A Dream Transformed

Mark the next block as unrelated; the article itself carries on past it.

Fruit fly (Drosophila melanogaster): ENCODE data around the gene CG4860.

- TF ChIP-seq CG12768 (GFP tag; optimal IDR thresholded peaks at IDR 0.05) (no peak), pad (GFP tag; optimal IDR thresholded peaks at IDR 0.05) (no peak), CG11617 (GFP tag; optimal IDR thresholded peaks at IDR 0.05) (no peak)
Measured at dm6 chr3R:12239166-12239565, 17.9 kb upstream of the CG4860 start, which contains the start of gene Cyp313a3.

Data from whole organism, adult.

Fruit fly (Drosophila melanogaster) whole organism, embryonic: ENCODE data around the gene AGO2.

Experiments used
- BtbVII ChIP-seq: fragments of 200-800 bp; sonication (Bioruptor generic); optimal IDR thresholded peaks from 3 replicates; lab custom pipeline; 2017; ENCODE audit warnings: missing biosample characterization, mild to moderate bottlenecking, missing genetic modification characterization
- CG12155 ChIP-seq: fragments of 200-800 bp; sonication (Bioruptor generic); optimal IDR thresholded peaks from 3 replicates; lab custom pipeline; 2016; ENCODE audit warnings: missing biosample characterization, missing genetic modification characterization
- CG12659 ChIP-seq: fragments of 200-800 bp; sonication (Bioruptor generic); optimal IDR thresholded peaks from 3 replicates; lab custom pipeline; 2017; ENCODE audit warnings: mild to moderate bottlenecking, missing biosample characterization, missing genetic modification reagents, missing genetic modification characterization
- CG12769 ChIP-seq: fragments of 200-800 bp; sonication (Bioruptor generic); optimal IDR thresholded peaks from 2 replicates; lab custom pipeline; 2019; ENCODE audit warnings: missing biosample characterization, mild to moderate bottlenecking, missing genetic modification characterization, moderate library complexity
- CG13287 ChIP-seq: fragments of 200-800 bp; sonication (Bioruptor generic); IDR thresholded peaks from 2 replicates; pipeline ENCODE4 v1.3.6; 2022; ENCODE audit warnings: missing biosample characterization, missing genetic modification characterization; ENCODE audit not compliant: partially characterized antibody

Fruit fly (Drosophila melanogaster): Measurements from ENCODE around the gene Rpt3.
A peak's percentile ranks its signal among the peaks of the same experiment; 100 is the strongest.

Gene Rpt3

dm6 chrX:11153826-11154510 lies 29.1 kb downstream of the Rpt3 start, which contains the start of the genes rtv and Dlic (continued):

Historical accounts of the accomplishments of Ernst Haeckel have not been kind. He has been frequently dismissed as derailing Darwin’s theory by focusing only on phylogenetics and systematics, and by even committing fraud in conducting his embryological analyses. He was, with little doubt, a provocative and redoubtable polemicist. Yet he drew to his small outpost in Jena students who would become the most notable biologists of the next generation. His magnetic power resided in his inventiveness as a research scientist and innovator of methods, a scientist willing to push beyond the current horizon. Whereas Darwin, in the German context, had been thought only to argue that evolution was possible, Haeckel set out to demonstrate through experimentation and experimental observation that it was real. Moreover, he would show another side of the evolutionary process by revealing through extraordinary artistic works the beauties of nature – a romantic and even dream-like endeavor. In doing so, Haeckel literally painted new horizons for biology, ones which seemed to his contemporaries, among them Darwin, almost fantastical. Ultimately, however, more individuals learned of evolutionary theory through his voluminous works than from any other author, including Darwin himself. This chapter asks, how and why?
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